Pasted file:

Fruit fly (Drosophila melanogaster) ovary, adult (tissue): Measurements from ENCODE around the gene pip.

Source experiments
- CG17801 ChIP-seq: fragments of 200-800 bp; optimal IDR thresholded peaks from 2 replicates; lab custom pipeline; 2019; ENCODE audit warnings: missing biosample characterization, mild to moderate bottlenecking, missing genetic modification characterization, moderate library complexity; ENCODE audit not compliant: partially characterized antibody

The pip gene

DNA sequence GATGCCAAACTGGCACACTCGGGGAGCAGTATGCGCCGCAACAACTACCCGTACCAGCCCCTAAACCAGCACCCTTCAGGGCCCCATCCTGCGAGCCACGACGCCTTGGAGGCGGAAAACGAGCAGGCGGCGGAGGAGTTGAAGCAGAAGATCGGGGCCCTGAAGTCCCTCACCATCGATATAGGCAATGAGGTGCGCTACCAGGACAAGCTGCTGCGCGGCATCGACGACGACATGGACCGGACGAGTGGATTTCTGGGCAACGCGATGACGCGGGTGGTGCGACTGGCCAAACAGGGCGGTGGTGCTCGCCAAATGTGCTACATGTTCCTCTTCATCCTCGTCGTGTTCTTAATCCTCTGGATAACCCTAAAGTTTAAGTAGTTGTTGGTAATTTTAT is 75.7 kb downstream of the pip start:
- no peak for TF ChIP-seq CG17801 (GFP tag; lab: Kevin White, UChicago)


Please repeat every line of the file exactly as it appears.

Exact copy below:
Fruit fly (Drosophila melanogaster) ovary, adult (tissue): Measurements from ENCODE around the gene pip.

Source experiments
- CG17801 ChIP-seq: fragments of 200-800 bp; optimal IDR thresholded peaks from 2 replicates; lab custom pipeline; 2019; ENCODE audit warnings: missing biosample characterization, mild to moderate bottlenecking, missing genetic modification characterization, moderate library complexity; ENCODE audit not compliant: partially characterized antibody

The pip gene

DNA sequence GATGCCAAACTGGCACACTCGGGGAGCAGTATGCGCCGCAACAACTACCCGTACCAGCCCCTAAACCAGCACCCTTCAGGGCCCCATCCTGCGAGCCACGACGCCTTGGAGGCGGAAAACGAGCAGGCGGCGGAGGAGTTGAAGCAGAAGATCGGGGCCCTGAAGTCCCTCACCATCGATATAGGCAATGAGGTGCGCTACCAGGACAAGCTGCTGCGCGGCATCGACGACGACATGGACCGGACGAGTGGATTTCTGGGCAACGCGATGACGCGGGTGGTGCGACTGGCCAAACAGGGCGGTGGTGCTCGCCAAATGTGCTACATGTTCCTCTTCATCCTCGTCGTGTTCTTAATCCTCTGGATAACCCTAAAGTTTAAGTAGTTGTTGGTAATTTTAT is 75.7 kb downstream of the pip start:
- no peak for TF ChIP-seq CG17801 (GFP tag; lab: Kevin White, UChicago)